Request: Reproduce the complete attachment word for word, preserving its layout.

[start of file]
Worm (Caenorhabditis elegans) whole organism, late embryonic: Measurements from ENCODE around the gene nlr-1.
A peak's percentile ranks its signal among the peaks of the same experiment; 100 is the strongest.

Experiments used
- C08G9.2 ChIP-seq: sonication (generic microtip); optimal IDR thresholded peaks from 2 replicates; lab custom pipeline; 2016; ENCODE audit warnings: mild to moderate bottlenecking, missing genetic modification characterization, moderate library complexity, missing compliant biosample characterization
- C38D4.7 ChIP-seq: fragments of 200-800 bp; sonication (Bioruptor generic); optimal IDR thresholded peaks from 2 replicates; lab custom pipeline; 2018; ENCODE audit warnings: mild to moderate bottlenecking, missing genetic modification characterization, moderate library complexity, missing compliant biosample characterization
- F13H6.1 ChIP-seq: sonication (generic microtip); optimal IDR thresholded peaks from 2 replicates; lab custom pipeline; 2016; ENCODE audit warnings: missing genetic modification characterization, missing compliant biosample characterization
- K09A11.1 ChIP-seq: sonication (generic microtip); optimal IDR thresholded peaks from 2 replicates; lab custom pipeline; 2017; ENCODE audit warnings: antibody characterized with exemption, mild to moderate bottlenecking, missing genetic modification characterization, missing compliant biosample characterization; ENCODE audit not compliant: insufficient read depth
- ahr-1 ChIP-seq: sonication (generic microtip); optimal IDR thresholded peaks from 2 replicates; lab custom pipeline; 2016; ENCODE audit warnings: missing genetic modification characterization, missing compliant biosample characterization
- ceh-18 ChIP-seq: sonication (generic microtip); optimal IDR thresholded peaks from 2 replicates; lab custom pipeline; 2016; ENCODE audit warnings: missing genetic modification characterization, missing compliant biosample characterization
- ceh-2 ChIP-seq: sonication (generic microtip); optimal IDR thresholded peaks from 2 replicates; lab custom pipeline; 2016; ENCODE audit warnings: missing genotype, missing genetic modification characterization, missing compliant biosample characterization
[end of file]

Worm (Caenorhabditis elegans) whole organism, late embryonic: Measurements from ENCODE around the gene nlr-1.
A peak's percentile ranks its signal among the peaks of the same experiment; 100 is the strongest.

Experiments used
- C08G9.2 ChIP-seq: sonication (generic microtip); optimal IDR thresholded peaks from 2 replicates; lab custom pipeline; 2016; ENCODE audit warnings: mild to moderate bottlenecking, missing genetic modification characterization, moderate library complexity, missing compliant biosample characterization
- C38D4.7 ChIP-seq: fragments of 200-800 bp; sonication (Bioruptor generic); optimal IDR thresholded peaks from 2 replicates; lab custom pipeline; 2018; ENCODE audit warnings: mild to moderate bottlenecking, missing genetic modification characterization, moderate library complexity, missing compliant biosample characterization
- F13H6.1 ChIP-seq: sonication (generic microtip); optimal IDR thresholded peaks from 2 replicates; lab custom pipeline; 2016; ENCODE audit warnings: missing genetic modification characterization, missing compliant biosample characterization
- K09A11.1 ChIP-seq: sonication (generic microtip); optimal IDR thresholded peaks from 2 replicates; lab custom pipeline; 2017; ENCODE audit warnings: antibody characterized with exemption, mild to moderate bottlenecking, missing genetic modification characterization, missing compliant biosample characterization; ENCODE audit not compliant: insufficient read depth
- ahr-1 ChIP-seq: sonication (generic microtip); optimal IDR thresholded peaks from 2 replicates; lab custom pipeline; 2016; ENCODE audit warnings: missing genetic modification characterization, missing compliant biosample characterization
- ceh-18 ChIP-seq: sonication (generic microtip); optimal IDR thresholded peaks from 2 replicates; lab custom pipeline; 2016; ENCODE audit warnings: missing genetic modification characterization, missing compliant biosample characterization
- ceh-2 ChIP-seq: sonication (generic microtip); optimal IDR thresholded peaks from 2 replicates; lab custom pipeline; 2016; ENCODE audit warnings: missing genotype, missing genetic modification characterization, missing compliant biosample characterization